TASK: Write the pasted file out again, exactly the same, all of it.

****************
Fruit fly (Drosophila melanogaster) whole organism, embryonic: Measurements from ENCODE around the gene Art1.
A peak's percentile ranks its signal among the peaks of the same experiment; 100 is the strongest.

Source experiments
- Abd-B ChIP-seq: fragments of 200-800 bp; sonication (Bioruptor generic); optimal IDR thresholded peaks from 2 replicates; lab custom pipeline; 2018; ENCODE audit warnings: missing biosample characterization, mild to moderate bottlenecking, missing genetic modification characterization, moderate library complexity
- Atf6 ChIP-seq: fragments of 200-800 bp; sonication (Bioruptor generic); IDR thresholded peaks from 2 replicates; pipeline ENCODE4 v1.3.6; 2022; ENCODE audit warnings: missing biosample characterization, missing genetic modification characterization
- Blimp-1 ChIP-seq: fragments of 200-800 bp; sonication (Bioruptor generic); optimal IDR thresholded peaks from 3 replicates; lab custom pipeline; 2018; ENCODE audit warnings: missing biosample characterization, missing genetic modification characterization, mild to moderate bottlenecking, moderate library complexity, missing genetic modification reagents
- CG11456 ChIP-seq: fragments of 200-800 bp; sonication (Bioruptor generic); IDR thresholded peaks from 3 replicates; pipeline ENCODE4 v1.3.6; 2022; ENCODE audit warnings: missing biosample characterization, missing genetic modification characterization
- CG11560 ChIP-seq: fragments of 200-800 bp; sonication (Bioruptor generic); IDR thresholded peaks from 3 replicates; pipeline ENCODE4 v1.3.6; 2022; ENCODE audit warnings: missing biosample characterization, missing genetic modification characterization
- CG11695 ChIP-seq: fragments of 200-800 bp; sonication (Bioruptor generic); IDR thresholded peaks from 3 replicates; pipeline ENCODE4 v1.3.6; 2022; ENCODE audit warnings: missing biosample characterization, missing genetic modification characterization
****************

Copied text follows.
Fruit fly (Drosophila melanogaster) whole organism, embryonic: Measurements from ENCODE around the gene Art1.
A peak's percentile ranks its signal among the peaks of the same experiment; 100 is the strongest.

Source experiments
- Abd-B ChIP-seq: fragments of 200-800 bp; sonication (Bioruptor generic); optimal IDR thresholded peaks from 2 replicates; lab custom pipeline; 2018; ENCODE audit warnings: missing biosample characterization, mild to moderate bottlenecking, missing genetic modification characterization, moderate library complexity
- Atf6 ChIP-seq: fragments of 200-800 bp; sonication (Bioruptor generic); IDR thresholded peaks from 2 replicates; pipeline ENCODE4 v1.3.6; 2022; ENCODE audit warnings: missing biosample characterization, missing genetic modification characterization
- Blimp-1 ChIP-seq: fragments of 200-800 bp; sonication (Bioruptor generic); optimal IDR thresholded peaks from 3 replicates; lab custom pipeline; 2018; ENCODE audit warnings: missing biosample characterization, missing genetic modification characterization, mild to moderate bottlenecking, moderate library complexity, missing genetic modification reagents
- CG11456 ChIP-seq: fragments of 200-800 bp; sonication (Bioruptor generic); IDR thresholded peaks from 3 replicates; pipeline ENCODE4 v1.3.6; 2022; ENCODE audit warnings: missing biosample characterization, missing genetic modification characterization
- CG11560 ChIP-seq: fragments of 200-800 bp; sonication (Bioruptor generic); IDR thresholded peaks from 3 replicates; pipeline ENCODE4 v1.3.6; 2022; ENCODE audit warnings: missing biosample characterization, missing genetic modification characterization
- CG11695 ChIP-seq: fragments of 200-800 bp; sonication (Bioruptor generic); IDR thresholded peaks from 3 replicates; pipeline ENCODE4 v1.3.6; 2022; ENCODE audit warnings: missing biosample characterization, missing genetic modification characterization